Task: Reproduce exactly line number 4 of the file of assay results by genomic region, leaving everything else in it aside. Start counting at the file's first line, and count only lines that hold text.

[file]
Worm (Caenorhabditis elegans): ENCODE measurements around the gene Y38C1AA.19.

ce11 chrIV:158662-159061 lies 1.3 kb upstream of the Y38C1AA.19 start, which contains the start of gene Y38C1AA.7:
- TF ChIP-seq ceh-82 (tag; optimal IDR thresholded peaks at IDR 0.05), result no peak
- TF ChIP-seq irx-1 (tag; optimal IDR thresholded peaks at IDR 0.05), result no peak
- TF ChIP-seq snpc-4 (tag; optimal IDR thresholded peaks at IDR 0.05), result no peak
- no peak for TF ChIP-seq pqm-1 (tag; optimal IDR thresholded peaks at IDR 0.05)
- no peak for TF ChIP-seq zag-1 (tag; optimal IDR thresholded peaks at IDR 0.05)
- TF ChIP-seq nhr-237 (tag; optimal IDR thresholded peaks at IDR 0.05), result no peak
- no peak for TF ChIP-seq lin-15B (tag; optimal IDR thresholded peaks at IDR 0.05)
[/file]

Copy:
- TF ChIP-seq irx-1 (tag; optimal IDR thresholded peaks at IDR 0.05), result no peak